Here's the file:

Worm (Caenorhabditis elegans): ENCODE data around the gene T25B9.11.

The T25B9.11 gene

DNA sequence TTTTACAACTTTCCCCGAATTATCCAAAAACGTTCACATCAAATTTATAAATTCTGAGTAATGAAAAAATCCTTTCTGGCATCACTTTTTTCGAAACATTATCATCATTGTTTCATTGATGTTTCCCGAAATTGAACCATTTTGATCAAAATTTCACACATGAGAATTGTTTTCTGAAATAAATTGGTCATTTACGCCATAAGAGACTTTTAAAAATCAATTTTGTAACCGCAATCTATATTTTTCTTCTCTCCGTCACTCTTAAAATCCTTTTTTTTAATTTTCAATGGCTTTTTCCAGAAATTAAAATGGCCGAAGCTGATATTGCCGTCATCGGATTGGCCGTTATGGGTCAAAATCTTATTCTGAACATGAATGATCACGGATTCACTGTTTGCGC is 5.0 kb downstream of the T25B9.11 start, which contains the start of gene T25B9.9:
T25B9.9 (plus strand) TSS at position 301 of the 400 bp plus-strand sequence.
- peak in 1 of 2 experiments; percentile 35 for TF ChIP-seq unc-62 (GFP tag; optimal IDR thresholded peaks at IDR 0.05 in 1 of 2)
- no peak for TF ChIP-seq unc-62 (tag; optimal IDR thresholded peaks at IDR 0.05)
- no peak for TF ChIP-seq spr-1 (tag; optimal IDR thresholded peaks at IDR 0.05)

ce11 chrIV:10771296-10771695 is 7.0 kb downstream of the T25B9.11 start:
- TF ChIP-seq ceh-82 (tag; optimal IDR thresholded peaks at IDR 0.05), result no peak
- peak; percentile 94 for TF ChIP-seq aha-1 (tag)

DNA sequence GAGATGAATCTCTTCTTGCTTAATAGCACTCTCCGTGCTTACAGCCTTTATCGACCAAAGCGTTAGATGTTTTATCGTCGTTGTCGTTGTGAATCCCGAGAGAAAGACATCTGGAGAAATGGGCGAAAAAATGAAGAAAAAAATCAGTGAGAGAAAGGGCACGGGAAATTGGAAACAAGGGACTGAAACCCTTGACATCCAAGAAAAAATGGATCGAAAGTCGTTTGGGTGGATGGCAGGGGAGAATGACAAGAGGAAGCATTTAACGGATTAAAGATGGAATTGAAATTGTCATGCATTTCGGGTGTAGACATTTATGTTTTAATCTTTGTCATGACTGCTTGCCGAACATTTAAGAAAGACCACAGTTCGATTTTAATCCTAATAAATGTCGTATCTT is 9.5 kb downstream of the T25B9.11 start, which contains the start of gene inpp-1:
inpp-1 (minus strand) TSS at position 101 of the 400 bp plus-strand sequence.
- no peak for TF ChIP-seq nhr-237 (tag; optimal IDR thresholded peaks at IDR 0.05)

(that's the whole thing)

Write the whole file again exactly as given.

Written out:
Worm (Caenorhabditis elegans): ENCODE data around the gene T25B9.11.

The T25B9.11 gene

DNA sequence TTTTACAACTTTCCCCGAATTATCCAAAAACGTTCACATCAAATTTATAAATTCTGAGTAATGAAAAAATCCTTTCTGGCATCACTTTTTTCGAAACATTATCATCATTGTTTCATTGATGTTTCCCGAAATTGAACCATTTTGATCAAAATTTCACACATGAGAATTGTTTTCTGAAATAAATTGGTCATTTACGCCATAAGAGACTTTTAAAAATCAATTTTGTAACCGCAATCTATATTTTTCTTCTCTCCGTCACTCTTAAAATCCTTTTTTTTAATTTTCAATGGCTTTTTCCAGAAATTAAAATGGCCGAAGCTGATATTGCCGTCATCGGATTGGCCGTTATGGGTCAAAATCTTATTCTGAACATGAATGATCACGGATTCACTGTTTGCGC is 5.0 kb downstream of the T25B9.11 start, which contains the start of gene T25B9.9:
T25B9.9 (plus strand) TSS at position 301 of the 400 bp plus-strand sequence.
- peak in 1 of 2 experiments; percentile 35 for TF ChIP-seq unc-62 (GFP tag; optimal IDR thresholded peaks at IDR 0.05 in 1 of 2)
- no peak for TF ChIP-seq unc-62 (tag; optimal IDR thresholded peaks at IDR 0.05)
- no peak for TF ChIP-seq spr-1 (tag; optimal IDR thresholded peaks at IDR 0.05)

ce11 chrIV:10771296-10771695 is 7.0 kb downstream of the T25B9.11 start:
- TF ChIP-seq ceh-82 (tag; optimal IDR thresholded peaks at IDR 0.05), result no peak
- peak; percentile 94 for TF ChIP-seq aha-1 (tag)

DNA sequence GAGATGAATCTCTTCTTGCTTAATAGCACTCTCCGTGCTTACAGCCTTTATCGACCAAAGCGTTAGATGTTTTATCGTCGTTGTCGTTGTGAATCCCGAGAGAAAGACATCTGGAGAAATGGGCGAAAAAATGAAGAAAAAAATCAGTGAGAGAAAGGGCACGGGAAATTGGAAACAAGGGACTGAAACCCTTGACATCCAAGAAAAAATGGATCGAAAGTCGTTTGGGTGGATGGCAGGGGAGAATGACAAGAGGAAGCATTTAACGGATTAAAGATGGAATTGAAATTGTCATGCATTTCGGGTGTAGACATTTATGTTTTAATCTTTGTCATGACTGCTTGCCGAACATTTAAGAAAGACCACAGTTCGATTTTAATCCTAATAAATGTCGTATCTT is 9.5 kb downstream of the T25B9.11 start, which contains the start of gene inpp-1:
inpp-1 (minus strand) TSS at position 101 of the 400 bp plus-strand sequence.
- no peak for TF ChIP-seq nhr-237 (tag; optimal IDR thresholded peaks at IDR 0.05)